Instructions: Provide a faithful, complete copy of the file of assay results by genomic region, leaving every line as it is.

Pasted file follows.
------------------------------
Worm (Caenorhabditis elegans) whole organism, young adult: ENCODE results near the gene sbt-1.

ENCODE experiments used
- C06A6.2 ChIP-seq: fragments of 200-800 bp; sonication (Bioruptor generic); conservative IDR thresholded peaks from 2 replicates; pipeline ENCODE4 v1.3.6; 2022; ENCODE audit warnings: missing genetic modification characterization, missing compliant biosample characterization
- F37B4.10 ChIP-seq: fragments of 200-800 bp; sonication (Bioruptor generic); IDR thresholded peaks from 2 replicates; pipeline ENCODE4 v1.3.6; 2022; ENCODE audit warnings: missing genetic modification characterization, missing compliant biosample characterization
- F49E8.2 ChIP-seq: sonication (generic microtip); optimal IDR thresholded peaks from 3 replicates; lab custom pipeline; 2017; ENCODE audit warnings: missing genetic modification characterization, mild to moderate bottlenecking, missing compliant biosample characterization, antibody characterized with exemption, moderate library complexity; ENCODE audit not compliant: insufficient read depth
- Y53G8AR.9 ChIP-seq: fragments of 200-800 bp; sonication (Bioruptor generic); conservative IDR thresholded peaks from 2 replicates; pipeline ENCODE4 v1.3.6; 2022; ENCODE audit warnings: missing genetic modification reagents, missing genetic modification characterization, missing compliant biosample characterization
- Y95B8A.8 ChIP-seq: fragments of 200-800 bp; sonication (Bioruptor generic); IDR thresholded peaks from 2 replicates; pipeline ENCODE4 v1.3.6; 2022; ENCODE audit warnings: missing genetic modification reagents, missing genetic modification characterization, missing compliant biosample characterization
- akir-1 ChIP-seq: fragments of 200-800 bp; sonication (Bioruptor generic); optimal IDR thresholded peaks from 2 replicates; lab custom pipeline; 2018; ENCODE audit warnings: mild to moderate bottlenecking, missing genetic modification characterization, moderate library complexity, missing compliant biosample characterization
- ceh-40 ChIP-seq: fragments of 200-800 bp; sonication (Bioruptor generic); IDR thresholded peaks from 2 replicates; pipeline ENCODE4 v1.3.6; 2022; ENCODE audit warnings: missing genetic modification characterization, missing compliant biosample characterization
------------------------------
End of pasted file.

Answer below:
Worm (Caenorhabditis elegans) whole organism, young adult: ENCODE results near the gene sbt-1.

ENCODE experiments used
- C06A6.2 ChIP-seq: fragments of 200-800 bp; sonication (Bioruptor generic); conservative IDR thresholded peaks from 2 replicates; pipeline ENCODE4 v1.3.6; 2022; ENCODE audit warnings: missing genetic modification characterization, missing compliant biosample characterization
- F37B4.10 ChIP-seq: fragments of 200-800 bp; sonication (Bioruptor generic); IDR thresholded peaks from 2 replicates; pipeline ENCODE4 v1.3.6; 2022; ENCODE audit warnings: missing genetic modification characterization, missing compliant biosample characterization
- F49E8.2 ChIP-seq: sonication (generic microtip); optimal IDR thresholded peaks from 3 replicates; lab custom pipeline; 2017; ENCODE audit warnings: missing genetic modification characterization, mild to moderate bottlenecking, missing compliant biosample characterization, antibody characterized with exemption, moderate library complexity; ENCODE audit not compliant: insufficient read depth
- Y53G8AR.9 ChIP-seq: fragments of 200-800 bp; sonication (Bioruptor generic); conservative IDR thresholded peaks from 2 replicates; pipeline ENCODE4 v1.3.6; 2022; ENCODE audit warnings: missing genetic modification reagents, missing genetic modification characterization, missing compliant biosample characterization
- Y95B8A.8 ChIP-seq: fragments of 200-800 bp; sonication (Bioruptor generic); IDR thresholded peaks from 2 replicates; pipeline ENCODE4 v1.3.6; 2022; ENCODE audit warnings: missing genetic modification reagents, missing genetic modification characterization, missing compliant biosample characterization
- akir-1 ChIP-seq: fragments of 200-800 bp; sonication (Bioruptor generic); optimal IDR thresholded peaks from 2 replicates; lab custom pipeline; 2018; ENCODE audit warnings: mild to moderate bottlenecking, missing genetic modification characterization, moderate library complexity, missing compliant biosample characterization
- ceh-40 ChIP-seq: fragments of 200-800 bp; sonication (Bioruptor generic); IDR thresholded peaks from 2 replicates; pipeline ENCODE4 v1.3.6; 2022; ENCODE audit warnings: missing genetic modification characterization, missing compliant biosample characterization